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Obstetrics and Gynecology

Emergency Contraception

Emergency contraception is used to prevent pregnancy after having sex without birth control or if a problem occurred with the method of birth control used. It is a good option for women who have had unprotected sex and do not want to become pregnant.

A woman can get pregnant if she has sex around the time of ovulation. During sex, the man ejaculates sperm into the vagina. The sperm travel up through the cervix and into the fallopian tubes.

If a sperm meets an egg in the fallopian tube, fertilization union of egg and sperm can occur.

About Emergency Contraception
Emergency contraception is a type of hormonal birth control. It can be used if you have unprotected sex and don't want to get pregnant. It should not be used on a routine basis. You may need emergency contraception if:

The most commonly used method of emergency contraception is pills (also known as the "morning-after pill"). The intrauterine device (IUD) also can be used for emergency contraception.

If you have had unprotected sex, call your doctor's office right away. Be sure to tell them you need treatment without delay. In some cases, your doctor can call in a prescription for you to your drugstore. You also can call the Emergency Contraception Hotline (888-NOT-2-LATE) to find a doctor who will provide you with a prescription.

Do not use emergency contraception routinely instead of birth control. Regular use of a birth control method is not only more effective, but provides health benefits that emergency contraception does not have.

How Emergency Contraception Works
Emergency contraception is highly effective in preventing pregnancy. Pills must be started within 72 hours of having unprotected sex and will reduce the risk of pregnancy by at least 75 percent. If you are already pregnant, emergency contraception will not work.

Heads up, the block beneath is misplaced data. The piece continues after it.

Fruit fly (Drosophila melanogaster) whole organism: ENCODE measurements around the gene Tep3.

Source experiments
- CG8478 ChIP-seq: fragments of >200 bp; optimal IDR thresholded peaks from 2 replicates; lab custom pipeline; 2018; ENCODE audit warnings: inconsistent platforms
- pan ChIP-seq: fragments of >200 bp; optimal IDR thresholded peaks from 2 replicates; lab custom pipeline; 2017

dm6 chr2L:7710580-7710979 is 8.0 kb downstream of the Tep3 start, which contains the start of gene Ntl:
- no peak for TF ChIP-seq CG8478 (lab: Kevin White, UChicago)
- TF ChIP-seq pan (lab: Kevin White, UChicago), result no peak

There are two types of emergency contraception pills. One type is combined birth control pills (containing both estrogen and progestin). The other type contains only progestin and is safer for women who can't take estrogen.

Both types of pills work the same way. The hormones in these pills prevent pregnancy because they disrupt the normal patterns in the menstrual cycle. Depending on where a woman is in her menstrual cycle, these pills may:

How to Take Emergency Contraception
Emergency contraception pills may be prescribed to you in one of three forms:
  1. A specific dosage of regular birth control pills (contains estrogen and progestin)
  2. A prepared kit of four pills (contains estrogen and progestin) that may come with a pregnancy test
  3. A package with two pills (contains progestin only)
For the pills to work, timing is everything. The sooner you start them, the better. The pills are given in two doses. To prevent pregnancy, the first dose of pills must be taken by mouth within 72 hours of having unprotected sex. A second dose is taken 12 hours after the first dose.

Side Effects
Besides the typical side effects of nausea and vomiting, other side effects may include:

Follow-up Care
If you use emergency contraception pills within 72 hours of unprotected sex, your chance of getting pregnant is greatly reduced. However, there is still a chance you could become pregnant. If you do become pregnant, emergency contraception will not have any effect on the pregnancy or the health of the baby.

Keep in mind that emergency contraception does not prevent sexually transmitted diseases (STDs).


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